More on the King Report

I’ve written one short posting on the King Report already and certainly the Society for Wind Vigilance has written about it also.  Those postings are still appropriate.  I’ve recently taken the time to go through the King Report in more detail, and it is even worse than I originally thought.  Since King never went into the field, a problem in itself, of necessity her references constitute all she knows of wind turbines and health.  Here I take a closer look at her study, her references and how she used them.

As the SWV mentioned, her report is pretty trivial to begin with.  King is the chief medical officer in the Ontario government, and the health issues of wind turbines have been a contentious and unresolved issue for quite some time.  She was given the charge to provide an authoritative answer.  Her “answer” is all of 14 pages long, which contains about 6 pages worth of actual content after all the white space is taken out, plus 3 pages containing 40 references.

The report is quite similar to the AWEA/CanWEA Expert Panel report, and may fairly be described as a little brother to it. There’s the same dismissal of any problems arising from annoyance, stress and sleep disturbance and the same focus on criticizing Pierpont’s hypotheses.  They both use the same references as CanWEA uses for “evidence” to debunk their “myths“.  They both do not include important but inconvenient references, like Nissenbaum and Harry.

This determination to minimize/eliminate the health effects of wind turbines leads King to make some remarkable statements.  My personal favorite is from the summary at the start of the report: “The review concludes that while people living near wind turbines report symptoms such as dizziness, headaches, and sleep disturbance, the scientific evidence available to date does not demonstrate a direct causal link between wind turbine noise and adverse health effects”.  Since when are dizziness, headaches and sleep disturbance not health effects?  And there’s no “other direct health effects” even though “some people may find it annoying”.    When health professionals use the word “annoying” they are not talking about a minor temporary bother.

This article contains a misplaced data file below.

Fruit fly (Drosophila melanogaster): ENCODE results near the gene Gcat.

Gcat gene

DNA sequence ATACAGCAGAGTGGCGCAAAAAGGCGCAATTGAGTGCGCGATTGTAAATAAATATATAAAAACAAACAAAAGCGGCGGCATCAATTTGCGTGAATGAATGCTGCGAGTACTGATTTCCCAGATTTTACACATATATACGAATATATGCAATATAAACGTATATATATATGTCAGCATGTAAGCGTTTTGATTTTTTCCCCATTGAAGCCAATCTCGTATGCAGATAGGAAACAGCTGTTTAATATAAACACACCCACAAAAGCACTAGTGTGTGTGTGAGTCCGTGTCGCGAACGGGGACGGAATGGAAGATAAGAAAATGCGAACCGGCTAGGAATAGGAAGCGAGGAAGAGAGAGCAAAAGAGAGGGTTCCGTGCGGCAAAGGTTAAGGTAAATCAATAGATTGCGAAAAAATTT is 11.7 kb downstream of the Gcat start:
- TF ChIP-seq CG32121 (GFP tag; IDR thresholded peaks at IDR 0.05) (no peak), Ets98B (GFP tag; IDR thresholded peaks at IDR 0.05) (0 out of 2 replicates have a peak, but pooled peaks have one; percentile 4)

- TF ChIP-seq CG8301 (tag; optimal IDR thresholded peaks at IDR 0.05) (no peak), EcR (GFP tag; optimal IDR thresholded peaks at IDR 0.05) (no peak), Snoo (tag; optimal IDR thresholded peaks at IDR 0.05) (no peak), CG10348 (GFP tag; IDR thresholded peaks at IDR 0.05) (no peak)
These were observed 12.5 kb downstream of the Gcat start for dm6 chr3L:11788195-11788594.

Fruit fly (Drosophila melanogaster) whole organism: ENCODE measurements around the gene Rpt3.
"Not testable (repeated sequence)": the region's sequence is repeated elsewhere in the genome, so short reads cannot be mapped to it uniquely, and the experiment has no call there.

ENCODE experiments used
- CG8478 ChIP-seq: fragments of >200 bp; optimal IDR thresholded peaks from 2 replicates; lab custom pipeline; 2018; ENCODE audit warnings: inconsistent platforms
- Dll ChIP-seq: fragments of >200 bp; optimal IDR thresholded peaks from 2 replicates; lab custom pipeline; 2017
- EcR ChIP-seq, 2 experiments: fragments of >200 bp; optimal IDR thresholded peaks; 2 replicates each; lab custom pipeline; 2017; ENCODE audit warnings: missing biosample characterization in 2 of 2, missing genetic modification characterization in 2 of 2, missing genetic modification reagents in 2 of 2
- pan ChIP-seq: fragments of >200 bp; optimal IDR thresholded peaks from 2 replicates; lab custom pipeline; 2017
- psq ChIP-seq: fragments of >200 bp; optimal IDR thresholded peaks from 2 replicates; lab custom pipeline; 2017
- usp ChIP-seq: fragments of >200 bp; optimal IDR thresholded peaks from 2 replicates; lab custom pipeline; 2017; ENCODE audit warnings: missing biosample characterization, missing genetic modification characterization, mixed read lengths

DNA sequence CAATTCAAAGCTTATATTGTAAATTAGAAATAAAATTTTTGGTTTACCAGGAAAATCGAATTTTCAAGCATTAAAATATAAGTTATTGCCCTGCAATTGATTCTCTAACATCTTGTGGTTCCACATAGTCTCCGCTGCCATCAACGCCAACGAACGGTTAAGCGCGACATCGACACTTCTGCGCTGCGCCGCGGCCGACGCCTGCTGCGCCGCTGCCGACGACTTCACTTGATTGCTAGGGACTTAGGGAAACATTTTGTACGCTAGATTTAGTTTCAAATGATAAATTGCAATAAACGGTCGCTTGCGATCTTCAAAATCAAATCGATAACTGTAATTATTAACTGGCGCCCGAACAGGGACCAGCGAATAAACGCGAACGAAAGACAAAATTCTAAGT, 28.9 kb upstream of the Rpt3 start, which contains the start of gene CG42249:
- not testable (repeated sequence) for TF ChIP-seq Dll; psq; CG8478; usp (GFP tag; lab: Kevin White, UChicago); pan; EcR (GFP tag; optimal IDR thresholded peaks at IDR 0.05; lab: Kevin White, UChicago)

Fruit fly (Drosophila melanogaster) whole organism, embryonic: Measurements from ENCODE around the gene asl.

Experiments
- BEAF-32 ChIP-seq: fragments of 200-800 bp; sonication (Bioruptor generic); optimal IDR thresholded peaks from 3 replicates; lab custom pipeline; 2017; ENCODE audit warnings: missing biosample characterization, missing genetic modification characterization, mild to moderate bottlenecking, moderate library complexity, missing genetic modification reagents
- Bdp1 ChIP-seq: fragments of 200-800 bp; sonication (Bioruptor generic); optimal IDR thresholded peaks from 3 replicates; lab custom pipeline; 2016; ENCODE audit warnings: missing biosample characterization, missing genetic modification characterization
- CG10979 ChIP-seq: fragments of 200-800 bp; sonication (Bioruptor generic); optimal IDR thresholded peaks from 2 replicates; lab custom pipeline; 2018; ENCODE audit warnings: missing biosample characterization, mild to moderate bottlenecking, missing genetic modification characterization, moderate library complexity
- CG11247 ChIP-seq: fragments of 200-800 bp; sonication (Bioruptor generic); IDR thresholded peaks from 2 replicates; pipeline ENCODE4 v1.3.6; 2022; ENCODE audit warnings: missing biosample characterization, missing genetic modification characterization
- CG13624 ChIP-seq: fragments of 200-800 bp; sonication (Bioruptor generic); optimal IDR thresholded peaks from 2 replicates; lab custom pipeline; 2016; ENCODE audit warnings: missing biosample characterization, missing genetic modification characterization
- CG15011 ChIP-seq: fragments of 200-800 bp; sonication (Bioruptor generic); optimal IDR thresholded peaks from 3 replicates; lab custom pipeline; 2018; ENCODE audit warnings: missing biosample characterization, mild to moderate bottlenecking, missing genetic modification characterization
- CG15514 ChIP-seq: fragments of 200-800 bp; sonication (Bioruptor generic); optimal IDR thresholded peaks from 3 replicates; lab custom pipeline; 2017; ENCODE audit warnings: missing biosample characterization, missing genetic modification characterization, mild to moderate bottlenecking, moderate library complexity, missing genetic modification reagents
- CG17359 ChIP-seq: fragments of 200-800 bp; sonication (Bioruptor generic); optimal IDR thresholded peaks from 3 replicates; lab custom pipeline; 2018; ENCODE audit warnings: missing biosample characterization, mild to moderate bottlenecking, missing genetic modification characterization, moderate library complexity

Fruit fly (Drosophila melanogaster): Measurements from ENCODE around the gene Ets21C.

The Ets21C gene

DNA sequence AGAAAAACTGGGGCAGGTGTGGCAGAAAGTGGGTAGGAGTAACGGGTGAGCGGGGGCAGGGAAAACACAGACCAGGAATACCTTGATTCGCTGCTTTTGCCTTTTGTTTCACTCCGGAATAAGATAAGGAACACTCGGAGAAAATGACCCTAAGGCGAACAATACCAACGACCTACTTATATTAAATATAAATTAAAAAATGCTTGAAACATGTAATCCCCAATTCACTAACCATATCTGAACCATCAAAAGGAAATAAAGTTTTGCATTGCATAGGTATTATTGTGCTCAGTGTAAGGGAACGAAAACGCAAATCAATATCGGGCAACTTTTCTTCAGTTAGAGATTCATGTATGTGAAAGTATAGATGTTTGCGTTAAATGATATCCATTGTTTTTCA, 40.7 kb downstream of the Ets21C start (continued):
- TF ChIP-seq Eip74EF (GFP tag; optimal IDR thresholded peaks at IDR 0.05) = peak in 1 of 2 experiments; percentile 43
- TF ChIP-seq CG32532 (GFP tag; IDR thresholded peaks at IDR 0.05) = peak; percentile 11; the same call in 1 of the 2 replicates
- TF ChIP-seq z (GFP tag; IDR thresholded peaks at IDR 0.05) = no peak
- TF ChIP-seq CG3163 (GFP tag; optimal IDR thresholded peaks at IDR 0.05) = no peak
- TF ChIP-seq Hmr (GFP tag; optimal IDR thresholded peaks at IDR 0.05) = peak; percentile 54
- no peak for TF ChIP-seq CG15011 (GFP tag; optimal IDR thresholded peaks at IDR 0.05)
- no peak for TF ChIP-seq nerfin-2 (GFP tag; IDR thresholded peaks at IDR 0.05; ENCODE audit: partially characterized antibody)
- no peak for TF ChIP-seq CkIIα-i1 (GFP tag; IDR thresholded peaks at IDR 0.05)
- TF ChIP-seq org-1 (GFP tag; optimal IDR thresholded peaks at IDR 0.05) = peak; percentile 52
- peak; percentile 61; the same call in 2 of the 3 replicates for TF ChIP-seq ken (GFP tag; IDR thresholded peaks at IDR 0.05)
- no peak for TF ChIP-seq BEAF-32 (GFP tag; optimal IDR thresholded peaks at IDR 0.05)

Apparently she also has trouble understanding her own government’s rules.  Her reading of Ontario’s wind turbine noise “Interpretation” is just flat wrong- she keeps mentioning 40 dBA when the real number can be as high as 51.  Her understanding of what Ontario means by the phrase “community consultation” has no relationship to the one-way conversation that actually occurs.  She uses The Table (p 55) from Ontario’s setback regulations when almost no projects do.  The safety setbacks from public roads etc. are a fraction of what she thinks they are.  She consistently puts the industry’s spin on all of these, perhaps wishfully thinking they will provide safety for the neighbors, in contrast to all the evidence.

She has divided the references into 5 categories: journals, grey literature, WHO, community concerns and conference papers.  Of the 40 she uses 16 in the body of her report a total of 23 times, none of them from the community concerns section.

The most important section is journals, in which there are 11 references.  What is curious that of the 13 different authors mentioned in this section, not one was an M.D.  There is no mention of any clinical experience in any of them.  I’ve studied all of the 11 references in detail (my critique runs 13 pages – a lot longer than the King Report itself) and none of them discusses health effects, or their absence, in any substantial form.

My Critique of the King Report